If you’ve never played guitar in an alternate tuning it can seem a little formidable and even counter-intuitive at first. Why spend all that time mastering the guitar in standard tuning only to throw everything you know about fingerings, positions, chords shapes, etc. out the window? Well, because it can be fun and creative, unleashing whole new ideas and songs; and for every disadvantage there is a cool advantage. For example, altered tunings tend to provide huge open-string chords that sound amazing and yet use very simple fingerings.
Joni Mitchell (the queen of altered tunings) said to me, “If you think you’ve figured out my chords but the fingerings are hard, then you’ve got the wrong tuning.” Plus, if you are a songwriter you may find that every tuning delivers its own song to you. So here are five amazing songs that you can use to begin exploring the unlimited applications of altered tuning. Notice we have not provided standard notation, just diagrams and TAB. This is because in altered tunings, it becomes very difficult to identify notes from standard notation.
1. Joni Mitchell - “Big Yellow Taxi”
Let’s start with one of Mitchell’s earliest forays into altered tuning. “Big Yellow Taxi” is played in open E tuning (the guitar is tuned to an E chord): E – B – E – G# – B – E. The guitar part is basic, straight-up rock & roll rhythm guitar, but by using the open tuning, Mitchell achieves a very big sound with a very simple “one finger” alternating pattern to create the rhythm part.
Hot tip: E tuning puts a lot of pressure on the strings so you can tune to open D instead (D – A – D – F# - A – D). The pattern will sound exactly the same but a whole step lower, and your guitar will thank you for it. You can always capo the 2nd fret to match the key of the recording. Also, “Open D” and “Open E” are very popular slide guitar tunings.
2. The Rolling Stones - “Brown Sugar”
Keith Richards discovered “Open G” tuning (D – G – D – G – B – D) in 1969 after hearing blues-great Ry Cooder perform. He puts it to brilliant use in this excerpted introduction from “Brown Sugar.” Keith often removes his low 6th string when in G tuning, using only five strings with G in the bass. However, that is not necessary to play any open G tuning patterns.
Hot tip: In “G tuning” the middle 4th–2nd strings (D – G – B ) are the same as in standard tuning; which means chord shapes on the middle strings are the same in both tunings, only the top and bottom notes change.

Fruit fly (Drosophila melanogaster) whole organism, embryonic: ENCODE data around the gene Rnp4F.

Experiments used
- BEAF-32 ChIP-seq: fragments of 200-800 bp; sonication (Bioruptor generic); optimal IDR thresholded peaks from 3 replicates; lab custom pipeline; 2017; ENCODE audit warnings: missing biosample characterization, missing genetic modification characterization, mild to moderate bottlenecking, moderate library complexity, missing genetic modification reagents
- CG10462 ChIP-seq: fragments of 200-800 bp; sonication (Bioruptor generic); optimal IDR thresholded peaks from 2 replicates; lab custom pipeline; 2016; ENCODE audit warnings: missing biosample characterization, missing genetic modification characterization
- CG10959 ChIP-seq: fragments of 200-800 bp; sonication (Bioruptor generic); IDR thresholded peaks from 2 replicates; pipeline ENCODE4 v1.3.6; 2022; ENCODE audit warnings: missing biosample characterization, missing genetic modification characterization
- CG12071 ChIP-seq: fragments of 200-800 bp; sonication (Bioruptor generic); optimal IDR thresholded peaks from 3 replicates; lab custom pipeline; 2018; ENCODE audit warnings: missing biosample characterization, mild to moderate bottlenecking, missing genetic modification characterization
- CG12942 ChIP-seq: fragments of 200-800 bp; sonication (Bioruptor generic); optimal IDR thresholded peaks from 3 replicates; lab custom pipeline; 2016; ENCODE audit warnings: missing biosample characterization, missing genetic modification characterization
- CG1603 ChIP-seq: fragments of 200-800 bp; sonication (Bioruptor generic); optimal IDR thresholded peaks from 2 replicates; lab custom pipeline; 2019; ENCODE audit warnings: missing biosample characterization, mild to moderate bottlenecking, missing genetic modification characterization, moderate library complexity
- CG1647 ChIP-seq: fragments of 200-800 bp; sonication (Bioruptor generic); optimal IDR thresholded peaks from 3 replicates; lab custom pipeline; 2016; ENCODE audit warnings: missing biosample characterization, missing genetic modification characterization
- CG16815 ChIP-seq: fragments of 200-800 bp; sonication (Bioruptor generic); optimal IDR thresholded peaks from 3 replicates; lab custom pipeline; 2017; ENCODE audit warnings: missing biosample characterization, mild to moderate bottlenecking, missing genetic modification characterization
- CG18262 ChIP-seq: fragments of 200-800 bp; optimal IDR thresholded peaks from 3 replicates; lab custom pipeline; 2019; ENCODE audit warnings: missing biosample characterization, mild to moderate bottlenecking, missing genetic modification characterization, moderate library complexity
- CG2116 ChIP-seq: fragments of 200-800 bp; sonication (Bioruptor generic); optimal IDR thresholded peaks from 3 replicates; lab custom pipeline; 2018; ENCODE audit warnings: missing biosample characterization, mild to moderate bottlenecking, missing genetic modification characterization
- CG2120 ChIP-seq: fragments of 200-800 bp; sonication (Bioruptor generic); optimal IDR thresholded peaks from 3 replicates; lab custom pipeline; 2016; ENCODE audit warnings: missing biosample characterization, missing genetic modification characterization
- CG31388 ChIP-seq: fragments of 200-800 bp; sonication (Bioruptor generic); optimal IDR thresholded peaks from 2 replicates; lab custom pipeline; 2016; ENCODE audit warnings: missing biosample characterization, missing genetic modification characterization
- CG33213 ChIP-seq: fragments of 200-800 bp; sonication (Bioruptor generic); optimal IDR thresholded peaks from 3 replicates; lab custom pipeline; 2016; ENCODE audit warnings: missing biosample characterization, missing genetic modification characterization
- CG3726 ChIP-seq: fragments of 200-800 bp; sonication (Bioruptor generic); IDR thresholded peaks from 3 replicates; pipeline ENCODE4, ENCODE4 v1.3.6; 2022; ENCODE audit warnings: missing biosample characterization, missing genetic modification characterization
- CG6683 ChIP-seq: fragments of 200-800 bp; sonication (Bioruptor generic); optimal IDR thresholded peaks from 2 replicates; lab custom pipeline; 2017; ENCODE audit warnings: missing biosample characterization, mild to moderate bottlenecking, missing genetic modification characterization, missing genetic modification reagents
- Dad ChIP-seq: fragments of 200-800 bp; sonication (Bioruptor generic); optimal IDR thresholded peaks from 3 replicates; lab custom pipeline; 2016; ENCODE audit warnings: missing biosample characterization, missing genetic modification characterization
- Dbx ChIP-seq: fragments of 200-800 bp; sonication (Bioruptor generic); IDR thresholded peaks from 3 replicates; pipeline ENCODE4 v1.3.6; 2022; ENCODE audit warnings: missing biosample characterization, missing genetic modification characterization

3. Led Zeppelin - “Bron-Yr-Aur”
Now let’s get a little further “out there.” Led Zeppelin’s Jimmy Page used a fascinating C6 tuning (C – A – A – G – C – E) for his classic solo guitar instrumental “Bron-Yr-Aur.” Here is the Intro and the first few bars of the A section. Notice how Jimmy opens with a simple arpeggio that highlights the sound of the C tuning.
4. Led Zeppelin - “Kashmir”
In this next example, also from Page, he explored the exotic and Middle Eastern possibilities inherent to DADGAD tuning (D – A – D – G – A – D). Notice how the fingerings are simple two-note shapes on strings 5 and 3, with the open 4th string in each fingering. The low D provides a nice pedal tone.
In each of the first three examples the tuning was based on a chord. In other words, when strummed, the open strings sound a full chord—either E, D or G. While DADGAD is not a chord, it is a common altered tuning that provides an ambiguous sound that can be easily manipulated to be major or minor sounding. This next example shows how Joni would experiment and come up with a tuning that is totally unique and not chord-based.
5. Joni Mitchell - “I Had a King”
This is the opening song from Mitchell’s first album, Clouds, tuned E – B – E – E – B – E (unison E notes in the middle). She then placed a capo at the 5th fret to raise the pitch of the song. Below is the Intro to the song. Notice how it is based on just one chord shape that looks like a standard-tuned E major fingering. By shifting that fingering between the 4th and 2nd positions she produces some beautiful chordal colors.
Hot tip: To identify her tunings Joni indicates them based on the bottom string and then she frets what the remaining strings would be tuned to. For example, in this system standard tuning would be E – 5 – 5 – 5 – 4 – 5. The tuning for this song would be E – 7 – 5 – 0 – 7 – 5.
By Aaron Stang
Sponsored by Alfred Music
For further study you can learn all these songs from these great publications available from Alfred Music:
About Aaron Stang
Aaron Stang is Senior Director of Popular Music for Alfred Music. His numerous guitar publications include The 21st Century Guitar Method and Sound Innovations for Guitar. Aaron is a featured artist on the CD Henry Mancini, Pink Guitar; winner of the 2005 GRAMMY Award® for Best Pop Instrumental Album. He has produced hundreds of songbooks for artists ranging from Led Zeppelin to Green Day. Aaron’s DVD production, Killer Piano, featuring rock and roll legend Jerry Lee Lewis, was premiered at a six-day tribute to Jerry at the Rock and Roll Hall of Fame in 2007.